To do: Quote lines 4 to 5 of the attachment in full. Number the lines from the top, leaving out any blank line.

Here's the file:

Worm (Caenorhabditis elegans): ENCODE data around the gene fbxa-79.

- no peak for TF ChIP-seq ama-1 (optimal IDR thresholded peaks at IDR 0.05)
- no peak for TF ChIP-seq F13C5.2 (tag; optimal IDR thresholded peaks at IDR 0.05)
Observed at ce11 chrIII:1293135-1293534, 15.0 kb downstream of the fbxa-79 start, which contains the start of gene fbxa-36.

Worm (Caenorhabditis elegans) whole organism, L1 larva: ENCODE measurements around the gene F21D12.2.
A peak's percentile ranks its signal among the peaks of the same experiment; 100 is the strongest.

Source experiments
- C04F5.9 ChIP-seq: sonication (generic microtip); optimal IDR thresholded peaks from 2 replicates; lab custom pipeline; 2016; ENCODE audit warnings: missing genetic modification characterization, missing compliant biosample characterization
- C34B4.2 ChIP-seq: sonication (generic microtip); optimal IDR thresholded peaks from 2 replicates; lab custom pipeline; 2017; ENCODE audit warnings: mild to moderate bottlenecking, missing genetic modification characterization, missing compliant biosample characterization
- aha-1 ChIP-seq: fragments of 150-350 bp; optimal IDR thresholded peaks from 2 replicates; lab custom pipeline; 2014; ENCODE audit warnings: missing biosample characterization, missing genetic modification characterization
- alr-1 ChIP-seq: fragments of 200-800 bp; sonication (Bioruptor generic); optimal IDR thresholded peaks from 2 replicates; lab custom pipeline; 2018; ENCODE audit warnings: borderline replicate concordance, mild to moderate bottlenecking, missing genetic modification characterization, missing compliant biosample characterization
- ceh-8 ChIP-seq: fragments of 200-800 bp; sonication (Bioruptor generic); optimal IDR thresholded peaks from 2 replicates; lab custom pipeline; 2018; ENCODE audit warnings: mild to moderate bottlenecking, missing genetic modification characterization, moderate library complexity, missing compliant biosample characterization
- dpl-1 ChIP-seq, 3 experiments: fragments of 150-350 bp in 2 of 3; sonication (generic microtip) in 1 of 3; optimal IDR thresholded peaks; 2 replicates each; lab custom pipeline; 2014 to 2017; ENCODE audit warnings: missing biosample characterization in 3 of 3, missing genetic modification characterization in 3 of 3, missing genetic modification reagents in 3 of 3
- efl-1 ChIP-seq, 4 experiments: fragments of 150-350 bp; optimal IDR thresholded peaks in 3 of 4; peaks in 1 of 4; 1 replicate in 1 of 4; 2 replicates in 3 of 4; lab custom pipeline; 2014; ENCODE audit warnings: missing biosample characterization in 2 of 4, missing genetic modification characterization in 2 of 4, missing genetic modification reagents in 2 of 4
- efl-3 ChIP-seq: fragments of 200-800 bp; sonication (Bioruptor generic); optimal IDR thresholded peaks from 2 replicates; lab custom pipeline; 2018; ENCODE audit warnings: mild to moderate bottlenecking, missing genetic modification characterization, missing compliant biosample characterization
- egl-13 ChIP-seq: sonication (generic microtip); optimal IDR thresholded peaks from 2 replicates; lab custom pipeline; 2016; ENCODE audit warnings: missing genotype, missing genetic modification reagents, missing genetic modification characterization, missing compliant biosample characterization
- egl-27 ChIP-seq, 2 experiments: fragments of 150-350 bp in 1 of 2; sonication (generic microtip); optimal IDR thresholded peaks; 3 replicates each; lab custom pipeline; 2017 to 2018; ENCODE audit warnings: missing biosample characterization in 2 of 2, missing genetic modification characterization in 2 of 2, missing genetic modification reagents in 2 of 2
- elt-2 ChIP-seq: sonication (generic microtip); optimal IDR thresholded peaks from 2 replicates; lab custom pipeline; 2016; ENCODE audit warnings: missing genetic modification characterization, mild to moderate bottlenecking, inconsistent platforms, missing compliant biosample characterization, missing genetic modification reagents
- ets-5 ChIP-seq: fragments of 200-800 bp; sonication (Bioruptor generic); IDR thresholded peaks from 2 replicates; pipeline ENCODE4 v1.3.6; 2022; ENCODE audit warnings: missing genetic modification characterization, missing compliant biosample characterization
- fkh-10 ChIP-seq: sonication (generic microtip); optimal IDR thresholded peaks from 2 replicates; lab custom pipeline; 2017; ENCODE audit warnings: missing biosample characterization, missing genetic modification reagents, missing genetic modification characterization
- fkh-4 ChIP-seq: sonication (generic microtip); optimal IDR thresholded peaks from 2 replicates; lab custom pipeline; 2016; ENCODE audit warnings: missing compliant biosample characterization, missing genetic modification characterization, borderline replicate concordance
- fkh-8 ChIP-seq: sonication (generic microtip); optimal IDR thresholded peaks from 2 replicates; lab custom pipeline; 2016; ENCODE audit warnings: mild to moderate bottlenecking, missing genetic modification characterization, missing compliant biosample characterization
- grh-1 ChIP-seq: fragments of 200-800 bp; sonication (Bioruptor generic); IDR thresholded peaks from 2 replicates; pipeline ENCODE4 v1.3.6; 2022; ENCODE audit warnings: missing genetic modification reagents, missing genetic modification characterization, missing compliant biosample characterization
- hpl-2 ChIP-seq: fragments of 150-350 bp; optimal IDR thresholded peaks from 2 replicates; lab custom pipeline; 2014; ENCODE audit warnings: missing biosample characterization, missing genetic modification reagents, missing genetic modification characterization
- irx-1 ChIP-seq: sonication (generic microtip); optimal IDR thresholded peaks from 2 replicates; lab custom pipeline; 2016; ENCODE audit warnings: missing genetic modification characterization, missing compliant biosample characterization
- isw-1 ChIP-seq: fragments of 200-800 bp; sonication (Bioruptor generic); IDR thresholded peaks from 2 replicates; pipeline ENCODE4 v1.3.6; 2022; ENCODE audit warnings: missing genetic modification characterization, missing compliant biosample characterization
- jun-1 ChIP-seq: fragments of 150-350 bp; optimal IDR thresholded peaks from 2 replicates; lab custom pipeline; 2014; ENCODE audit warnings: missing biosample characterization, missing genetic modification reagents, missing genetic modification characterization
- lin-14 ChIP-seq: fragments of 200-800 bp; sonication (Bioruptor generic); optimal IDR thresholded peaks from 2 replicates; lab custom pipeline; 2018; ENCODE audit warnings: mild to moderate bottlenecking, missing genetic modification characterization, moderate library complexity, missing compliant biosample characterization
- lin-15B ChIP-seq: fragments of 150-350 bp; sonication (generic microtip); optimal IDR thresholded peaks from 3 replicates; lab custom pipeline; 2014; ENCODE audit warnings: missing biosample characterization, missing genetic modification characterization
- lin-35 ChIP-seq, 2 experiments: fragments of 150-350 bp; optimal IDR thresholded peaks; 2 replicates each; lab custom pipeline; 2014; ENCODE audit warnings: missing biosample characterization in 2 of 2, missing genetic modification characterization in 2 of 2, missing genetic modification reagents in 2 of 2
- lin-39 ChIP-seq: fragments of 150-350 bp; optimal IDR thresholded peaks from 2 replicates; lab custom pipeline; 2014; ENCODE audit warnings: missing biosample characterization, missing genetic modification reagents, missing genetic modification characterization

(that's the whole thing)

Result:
Observed at ce11 chrIII:1293135-1293534, 15.0 kb downstream of the fbxa-79 start, which contains the start of gene fbxa-36.

Worm (Caenorhabditis elegans) whole organism, L1 larva: ENCODE measurements around the gene F21D12.2.